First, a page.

the vastness of Montana's
high plains, making a lasting impression on the landscape requires the
herculean efforts of many men and machines.
That's what took place here between 1933 and 1940 when the world's largest earth-filled dam was constructed.
President Franklin Roosevelt personally approved construction of Fort Peck Dam on the Missouri River during the height of the Great Depression, and the project provided much-needed work for legions of unemployed men.
"At the peak of
construction in 1936, 10,500
Depression-bled workers were hired to plug the Missouri River," writes
John B. Wright in Montana
Places. "A trestle spanned the site, and railroad cars dumped
loads of fill into the valley bottom. The government built a centrally
planned town called Fort Peck complete with a
1,600-seat movie theater."
The Fort Peck Dam Powerhouse Museum offers a fossil record of the plants and creatures of the late Cretaceous period to help explain the geological history of the river. The lobby has models and exhibits which tell the story of the building, operation, and benefits of the dam. Tours of the massive power plant are also available.
The Fort Peck
townsite crowns a hill overlooking
the dam. "The anachronistic Fort Peck Hotel dominates the town," writes
Genevieve Rowles in Adventure Guide to Montana. "Many structures remain
from the 1930s, incongruous reminders of a time when the woodsy
was synonymous with the boonies, whether indigenous to it or not."
The population of Fort Peck is approximately 325. The number of families living in Fort Peck is 236.
The lands around Fort Peck Lake are rich in fossils. In order to collect fossils, you must possess an Antiquities Permit. Any fossils that you find must be used for educational or scientific purposes. To obtain permits, contact the Fort Peck Lake Office .
The Fort Peck Reservation, located nearby, is home to two seperate Indian nations, each composed of numerous bands and divisions. The Sioux divisions of Sisseton/Wahpetons, the Yantonais, and the Teton Hunkpapa are all represented. The Assiniboine bands of Canoe Paddler and Red Bottom are represented.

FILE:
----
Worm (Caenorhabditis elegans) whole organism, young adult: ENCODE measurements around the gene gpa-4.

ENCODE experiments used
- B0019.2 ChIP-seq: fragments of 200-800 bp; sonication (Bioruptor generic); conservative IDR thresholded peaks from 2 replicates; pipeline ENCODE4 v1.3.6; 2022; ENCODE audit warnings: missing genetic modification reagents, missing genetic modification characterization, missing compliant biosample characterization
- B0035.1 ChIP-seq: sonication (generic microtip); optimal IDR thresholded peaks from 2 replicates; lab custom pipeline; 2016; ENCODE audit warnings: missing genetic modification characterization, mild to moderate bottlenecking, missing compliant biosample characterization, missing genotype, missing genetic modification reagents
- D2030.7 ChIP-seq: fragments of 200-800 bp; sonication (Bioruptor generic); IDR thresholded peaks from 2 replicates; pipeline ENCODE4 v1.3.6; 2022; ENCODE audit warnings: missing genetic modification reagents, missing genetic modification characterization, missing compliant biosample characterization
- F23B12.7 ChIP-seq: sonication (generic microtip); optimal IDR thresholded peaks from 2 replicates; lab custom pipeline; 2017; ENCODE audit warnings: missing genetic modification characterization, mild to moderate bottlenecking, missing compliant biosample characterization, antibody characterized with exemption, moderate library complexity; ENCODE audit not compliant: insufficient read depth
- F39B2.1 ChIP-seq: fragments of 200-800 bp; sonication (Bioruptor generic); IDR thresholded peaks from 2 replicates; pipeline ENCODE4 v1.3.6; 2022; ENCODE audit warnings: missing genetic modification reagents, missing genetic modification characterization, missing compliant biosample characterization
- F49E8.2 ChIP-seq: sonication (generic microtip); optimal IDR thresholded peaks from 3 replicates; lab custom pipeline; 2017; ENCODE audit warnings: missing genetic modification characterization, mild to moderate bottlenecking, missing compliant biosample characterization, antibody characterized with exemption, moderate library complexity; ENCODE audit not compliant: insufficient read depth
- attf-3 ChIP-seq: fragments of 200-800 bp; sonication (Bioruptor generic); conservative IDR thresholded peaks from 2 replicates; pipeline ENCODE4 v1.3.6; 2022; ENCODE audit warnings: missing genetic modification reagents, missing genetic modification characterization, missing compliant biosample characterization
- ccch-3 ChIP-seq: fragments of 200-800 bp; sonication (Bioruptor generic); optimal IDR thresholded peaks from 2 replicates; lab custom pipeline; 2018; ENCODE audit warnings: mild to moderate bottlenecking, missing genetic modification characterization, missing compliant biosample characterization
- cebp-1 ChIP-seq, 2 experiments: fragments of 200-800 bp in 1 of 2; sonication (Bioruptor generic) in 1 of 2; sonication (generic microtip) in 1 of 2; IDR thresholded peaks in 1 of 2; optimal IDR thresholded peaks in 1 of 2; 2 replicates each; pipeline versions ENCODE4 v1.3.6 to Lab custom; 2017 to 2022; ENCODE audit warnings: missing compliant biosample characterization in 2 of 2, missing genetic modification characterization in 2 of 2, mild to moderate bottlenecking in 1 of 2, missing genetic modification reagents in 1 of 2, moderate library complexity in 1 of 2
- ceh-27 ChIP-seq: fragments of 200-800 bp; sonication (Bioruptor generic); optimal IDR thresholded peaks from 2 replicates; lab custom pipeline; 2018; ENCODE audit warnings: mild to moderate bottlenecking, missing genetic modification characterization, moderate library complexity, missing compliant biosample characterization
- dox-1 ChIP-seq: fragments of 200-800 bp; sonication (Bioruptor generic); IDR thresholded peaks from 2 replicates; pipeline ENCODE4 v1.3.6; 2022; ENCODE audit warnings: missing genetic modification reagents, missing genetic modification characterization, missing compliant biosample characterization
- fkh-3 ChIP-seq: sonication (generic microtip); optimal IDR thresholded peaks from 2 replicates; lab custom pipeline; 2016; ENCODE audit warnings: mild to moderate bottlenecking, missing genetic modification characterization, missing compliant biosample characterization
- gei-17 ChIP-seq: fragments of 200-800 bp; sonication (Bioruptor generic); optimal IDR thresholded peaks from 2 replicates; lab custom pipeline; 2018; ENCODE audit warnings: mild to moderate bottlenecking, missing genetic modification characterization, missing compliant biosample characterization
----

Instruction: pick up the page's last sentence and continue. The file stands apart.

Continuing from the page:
Fort Peck Project
U.S. Army Corps of Engineers
Fort Peck , MT 59223-0208
Fort Peck Lake Office
Scholar, writer and conservationist John B. Wright profiles 31 special places that represent the unique character of Montana, from the late Ice Age buffalo jump at Ulm Pishkun to the Little Big Horn Battlefield, the Anaconda smelters and the rolling wheatlands of The High-Line.
Wright's guidebook surveys Montana's dramatic beauty of Glacier National Park and Yellowstone, and its personality in small towns such as Jordan and Harlowtown and Colstrip.
"I have tried to convey the geograhical importance of each place," Wright explains, pointing out that his is a "personal account written by someone who plainly loves the contentious, achingly beautiful state."
The sites described in this
book are "official places" registered with the New Mexico Geographical
Society in cooperation with the Center
for American Places.
The History of Fort Peck Dam (Rafterman)
Memories of Fort Peck
from Mystic Montana Magazine
One hotel, one theater and one city hall,
One school with one class clown,
One road in and one road out,
What else was needed in a dam town!
© Phyllis Seeley Burroughs
History of Montana
Dividing the state into six geographic-historical areas, Roadside History of Montana follows main highways to reveal the stories hidden within the vast Montana landscape. Spritzer writes about the struggles of dryland farmers, rowdy antics in the early mining camps, and the heroism of smoke jumpers and park rangers.